• Meat ‘Packers’ pack the varying cuts of beef, lamb and goat meat ready for sale and delivery to local, regional, interstate and overseas customers.
    • Red meat products are transported from the processing plant to butchers, wholesalers, restaurants and supermarkets, in refrigerated trucks. There are Australian Standards that must be followed during transportation to make sure that the red meat is kept hygenic for people to eat.
    • Red meat for export markets is packed into large refrigerated containers and delivered to ports and airports for transport overseas. 
    • Stringent food safety standards are applied by the Quality Assurance team to ensure the meat is hygienic to eat by consumers in Australia and overseas.
  • How much red meat do Australians eat?
    • Australians eat around 32.5kg of beef per person annually equating to approximately $6.6 billion.
    • Australians eat around 9.7kg of lamb annually equating to approximately $2 billion. 
    • Goat meat is the most widely consumed meat in the world and Australians are eating more of it. 



    • Australians eat around 32.5kg of beef per person annually equating to around $6.6 billion to Australia’s economy.
    • There are so many tasty and juicy beef cuts of meat...what’s your favourite? Check out the different Australian beef cuts of meat below.

    Prepare a Beef Burger

    Find more recipes here!



    • Australians eat around 9.7kg of lamb annually equating to around $2 billion to Australia’s economy.
    • There are so many tasty and juicy lamb cuts of meat...what’s your favourite?

    Check out the different Australian cuts of lamb here!

    Prepare a quick and healthy Easy Lamb Wrap.


    Goat Meat

    • Goatmeat is the most widely consumed meat in the world and Australians are eating more of it.

    Check out the different Australian cuts of goat meat here!

  • Meat Processing and the Environment

    The Australian meat processing industry is serious about environmental stewardship. The industry believes it has a duty to ensure that Australian red meat is produced, processed and distributed responsibly, while also remaining competitive and sustainable. The Australian meat processing industry has taken proactive steps to help ensure it carefully manages the nation’s precious environment and resources. In efforts to reduce the industry's environmental footprint, ongoing industry research and development is focused on the continuous improvement of overall productivity, waste minimisation, pollution prevention, the effects of climate change, and beneficial reuse of wastes. Projects underway include:

    1. A quantitative risk analysis of the impact of climate variability on the Australian red meat processing industry

    • This project aims to assess the risks and opportunities associated with climate variability for the red meat processing industry. It will identify the risks and opportunities, place them in a geographic context and assess their severity through frequency and intensity analysis. A backward scenario analysis will be undertaken to look at how climate extremes have impacted on the meat and livestock industry and how lessons from these events can inform climate change adaptation. The overall sustainability of the supply chain will thereby be gauged, and risk mitigation and adaptation strategies identified. Finally, the project will develop an information extension program to communicate the outcomes of the study.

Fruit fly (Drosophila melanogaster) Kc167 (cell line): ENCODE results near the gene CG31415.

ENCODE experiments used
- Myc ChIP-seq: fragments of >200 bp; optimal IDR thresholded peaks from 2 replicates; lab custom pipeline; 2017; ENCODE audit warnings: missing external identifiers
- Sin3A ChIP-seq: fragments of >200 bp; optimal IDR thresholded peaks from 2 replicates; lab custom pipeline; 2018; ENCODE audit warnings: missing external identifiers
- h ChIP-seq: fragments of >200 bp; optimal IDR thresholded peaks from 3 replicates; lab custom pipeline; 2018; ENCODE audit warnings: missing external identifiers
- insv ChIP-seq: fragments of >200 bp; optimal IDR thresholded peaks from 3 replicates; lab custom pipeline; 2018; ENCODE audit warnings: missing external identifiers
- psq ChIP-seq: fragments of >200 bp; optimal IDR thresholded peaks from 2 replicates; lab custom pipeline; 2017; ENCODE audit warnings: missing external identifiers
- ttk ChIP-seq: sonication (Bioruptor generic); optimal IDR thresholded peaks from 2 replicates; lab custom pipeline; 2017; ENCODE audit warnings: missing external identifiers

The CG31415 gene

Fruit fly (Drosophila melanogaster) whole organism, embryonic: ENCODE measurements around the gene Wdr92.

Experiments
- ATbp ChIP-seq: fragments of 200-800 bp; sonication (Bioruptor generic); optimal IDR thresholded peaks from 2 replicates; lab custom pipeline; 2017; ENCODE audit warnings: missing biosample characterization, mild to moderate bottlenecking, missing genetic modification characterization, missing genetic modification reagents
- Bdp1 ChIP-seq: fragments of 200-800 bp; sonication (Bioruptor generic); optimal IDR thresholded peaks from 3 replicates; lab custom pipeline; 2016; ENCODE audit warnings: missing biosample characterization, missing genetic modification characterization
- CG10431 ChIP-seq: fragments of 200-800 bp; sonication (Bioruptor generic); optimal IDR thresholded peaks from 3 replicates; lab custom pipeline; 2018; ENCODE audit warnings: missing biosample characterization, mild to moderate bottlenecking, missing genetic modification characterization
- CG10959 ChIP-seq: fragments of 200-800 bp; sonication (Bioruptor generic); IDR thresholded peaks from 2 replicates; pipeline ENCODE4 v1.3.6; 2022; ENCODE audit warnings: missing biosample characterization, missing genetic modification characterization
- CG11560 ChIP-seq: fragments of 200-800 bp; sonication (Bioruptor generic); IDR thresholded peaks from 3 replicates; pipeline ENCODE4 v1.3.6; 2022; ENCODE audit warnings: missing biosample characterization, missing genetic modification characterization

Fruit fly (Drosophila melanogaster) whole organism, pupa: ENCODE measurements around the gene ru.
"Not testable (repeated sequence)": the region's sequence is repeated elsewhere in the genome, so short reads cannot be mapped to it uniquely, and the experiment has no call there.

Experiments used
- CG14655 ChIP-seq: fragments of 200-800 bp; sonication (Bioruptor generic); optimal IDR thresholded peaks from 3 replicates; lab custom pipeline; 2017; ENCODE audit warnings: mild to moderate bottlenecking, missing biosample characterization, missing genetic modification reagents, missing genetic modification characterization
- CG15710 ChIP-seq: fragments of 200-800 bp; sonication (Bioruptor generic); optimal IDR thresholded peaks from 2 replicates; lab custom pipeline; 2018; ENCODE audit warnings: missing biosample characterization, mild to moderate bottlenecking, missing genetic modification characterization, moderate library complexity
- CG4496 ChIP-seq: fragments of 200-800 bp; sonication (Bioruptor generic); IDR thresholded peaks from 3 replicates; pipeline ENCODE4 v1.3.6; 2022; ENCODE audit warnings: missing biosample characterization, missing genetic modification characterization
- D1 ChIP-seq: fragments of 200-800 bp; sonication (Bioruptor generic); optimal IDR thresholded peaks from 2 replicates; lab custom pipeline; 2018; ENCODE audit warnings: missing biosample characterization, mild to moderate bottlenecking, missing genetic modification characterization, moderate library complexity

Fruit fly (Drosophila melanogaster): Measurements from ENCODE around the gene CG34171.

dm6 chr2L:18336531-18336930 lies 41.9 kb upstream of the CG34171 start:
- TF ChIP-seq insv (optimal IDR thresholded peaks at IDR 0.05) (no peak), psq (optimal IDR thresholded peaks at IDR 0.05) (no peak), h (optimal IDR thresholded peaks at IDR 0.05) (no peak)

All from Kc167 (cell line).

2. Investigating water and wastewater reuse and recycling opportunities while maintaining food safety at abattoirs

    • This project will take a broad, strategic look at the opportunities and constraints for improved water efficiencies at abattoirs using diverse water recovery options. It will provide a tool that will enable processors to evaluate raw water quality and end-use (river discharge, sewer discharge, irrigation or internal reuse as potable or non-potable water) applications of specific water treatment options and undertake cost-benefit analysis. When considering the benefits of water recycling, the quality of wastewater from existing treatment systems has a significant impact on additional treatment required to enable recycling. This influences the cost of further treatment and therefore the value proposition of water recycling. The proposed work builds on previous earlier research and investment by AMPC. Recent advances in technologies and operating strategies for water recycling have initiated the uptake of safe, economic solutions across many food and beverage industries. The meat processing industry, with its large water footprint, can potentially gain substantial economic and operational benefits, while not compromising food safety from such an approach.
  • Environment & Sustainability

    Energy, Waste and Water

    • Meeting strict food safety requirements to ensure market access is maintained means that energy and water are significant inputs into the processing sector. Energy for refrigeration and sterilisation of equipment is especially important, while water is used to hydrate and wash incoming stock, and to clean livestock carcasses, processing equipment and work areas. Compared to other agricultural sectors, the red meat industry is a significant consumer of water. 
    • From farm to plate it is estimated that grain-fed beef production takes approximately 100,000 litres of water for every kilogram of food produced. Raising chickens takes 3,500 litres of water to make a kilogram of meat. In comparison, soybean production uses 2,000 litres per kilogram of food produced; rice, 1,912; wheat, 900; and potatoes, 500 litres. Competition for what is an increasingly valuable and scare resource may either limit the availability of water for production or processing purposes, increase water access costs or lead to an increasing level of consumer and public concern over the amount of water used. While certain sections of the value chain are embracing water savings and water reuse strategies, estimates suggest only approximately 2 per cent of total water usage is reclaimed.